Sugar could be found in Medieval Europe (made available in limited quantities through trade with Muslim traders (aka Saracens) , though not for as long a time as compared to the Persians and pretty much the rest of Asia, depending instead on honey as a natural sweetener. Sugar initially began to make inroads to Medieval Europe around the 12th century CE, thanks to nations that were proximate to the Persian Empire (notably Italy) importing the stuff from Egypt. While this meant that people like the Venetians were able to establish dominance of the sugar market in Medieval Europe, it also meant that for everyone else north of them, sugar was still considered rare and valuable enough to be considered a spice that only the rich could afford to consume in a form other than medicine (i.e. as food). During this time, Pope Urban II had declared the First Crusade to retake the Holy Land from an expanding Muslim empire and while Medieval Europe was engaged in epic battle, the Crusaders came into contact with sugar (which they referred to as ‘sweet salt’) through conquered land and merchants crossing the Holy Land (roughly where modern day Israel is) confiscating and returning to Europe with significant quantities of it.

However sugar production never really caught on in Medieval Europe, given the tropical climate and abundance of water needed to grow sugarcane, leaving only a few small areas in Mediterranean Europe (e.g. Italy, Greece) to attempt to profit from local production. Even these producers had to acknowledge difficulties, particularly in finding labour to work on the plantations and refineries. Refinements in processing techniques by the 1400s enabled the proliferation of sugar (though not sugarcane itself) across Europe, with sugarcane grown in Mediterranean European states transported and refined as far North as Antwerp. However, demand still exceeded the ability to produce enough supplies, and given the rise of the Ottoman Empire, trade became increasingly scarce, leading to a further strain on supplies. This scenario effectively caused the rulers of Medieval Europe to consider what few options were available: wage war with the Ottoman Empire and claim land and sugar (costly and needlessly destructive), put pressure on sugar-producing nations like Italy, Portugal, and Greece (all of whom were already struggling to produce more thanks to a plague ravaging Europe), or find new lands and develop more sugar themselves. This led to the first expeditions overseas to establish colonies where sugar (and possibly other spices) could be produced in greater amounts than was readily available back home.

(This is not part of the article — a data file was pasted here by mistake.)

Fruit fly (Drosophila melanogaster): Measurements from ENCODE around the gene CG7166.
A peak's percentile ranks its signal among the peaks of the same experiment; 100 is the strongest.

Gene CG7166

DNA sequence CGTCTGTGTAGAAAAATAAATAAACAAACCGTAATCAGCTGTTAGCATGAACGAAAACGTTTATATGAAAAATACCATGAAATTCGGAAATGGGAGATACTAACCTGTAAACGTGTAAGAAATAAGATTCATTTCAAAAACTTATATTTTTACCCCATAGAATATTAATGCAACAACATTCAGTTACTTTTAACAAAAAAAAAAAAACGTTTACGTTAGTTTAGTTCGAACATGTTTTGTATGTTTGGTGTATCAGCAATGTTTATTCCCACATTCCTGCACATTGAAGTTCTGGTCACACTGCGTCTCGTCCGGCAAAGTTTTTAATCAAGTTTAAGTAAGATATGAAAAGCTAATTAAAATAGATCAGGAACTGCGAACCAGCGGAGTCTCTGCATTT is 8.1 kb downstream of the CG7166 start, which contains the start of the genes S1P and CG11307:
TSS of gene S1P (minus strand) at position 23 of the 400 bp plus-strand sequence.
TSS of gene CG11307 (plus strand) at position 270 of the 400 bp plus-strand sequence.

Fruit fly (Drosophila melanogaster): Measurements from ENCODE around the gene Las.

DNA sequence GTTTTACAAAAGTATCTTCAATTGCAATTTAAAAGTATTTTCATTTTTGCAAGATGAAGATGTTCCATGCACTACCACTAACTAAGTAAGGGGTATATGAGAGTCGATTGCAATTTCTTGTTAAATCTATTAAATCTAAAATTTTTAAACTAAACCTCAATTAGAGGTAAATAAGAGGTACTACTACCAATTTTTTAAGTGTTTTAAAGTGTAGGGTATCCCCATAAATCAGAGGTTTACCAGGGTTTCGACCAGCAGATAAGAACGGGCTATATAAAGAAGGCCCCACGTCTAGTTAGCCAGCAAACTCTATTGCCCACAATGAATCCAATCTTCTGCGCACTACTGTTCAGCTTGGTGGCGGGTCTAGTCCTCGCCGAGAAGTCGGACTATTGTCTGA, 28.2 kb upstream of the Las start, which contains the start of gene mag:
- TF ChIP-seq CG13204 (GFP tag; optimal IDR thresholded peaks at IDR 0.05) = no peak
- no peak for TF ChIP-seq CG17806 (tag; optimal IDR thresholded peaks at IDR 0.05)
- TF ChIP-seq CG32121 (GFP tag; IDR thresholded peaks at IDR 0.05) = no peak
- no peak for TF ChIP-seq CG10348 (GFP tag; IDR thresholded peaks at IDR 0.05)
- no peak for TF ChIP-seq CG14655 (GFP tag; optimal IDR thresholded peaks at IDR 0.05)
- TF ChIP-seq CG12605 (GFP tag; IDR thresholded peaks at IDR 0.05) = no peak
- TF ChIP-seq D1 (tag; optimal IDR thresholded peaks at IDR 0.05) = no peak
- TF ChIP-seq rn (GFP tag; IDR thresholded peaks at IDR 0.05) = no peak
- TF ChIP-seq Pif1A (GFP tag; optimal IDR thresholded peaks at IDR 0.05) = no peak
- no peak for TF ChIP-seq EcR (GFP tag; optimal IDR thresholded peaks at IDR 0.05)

The expansion and high demand for sugar quickly meant that it had become a very valuable commodity that became heavily involved in the rise and fall of empires post-1500 CE. In fact, European expansion into establishing colonies in Africa, Asia, and the New World was partly spurred on as a means to gain lands that were more suitable to cultivate even more sugar. Unfortunately, we’ve reached the maximum time period to discuss this topic, but do feel free to check out the links below to find out more about the glitz, glamour, and scandals of sugar after the 16th Century CE!

Reed.edu

National Geographic

Aramco World

*Disclaimer: Sugarhistory.net, while the information does corroborate with other sources, it does lack proper citations, so tread (the information) with care!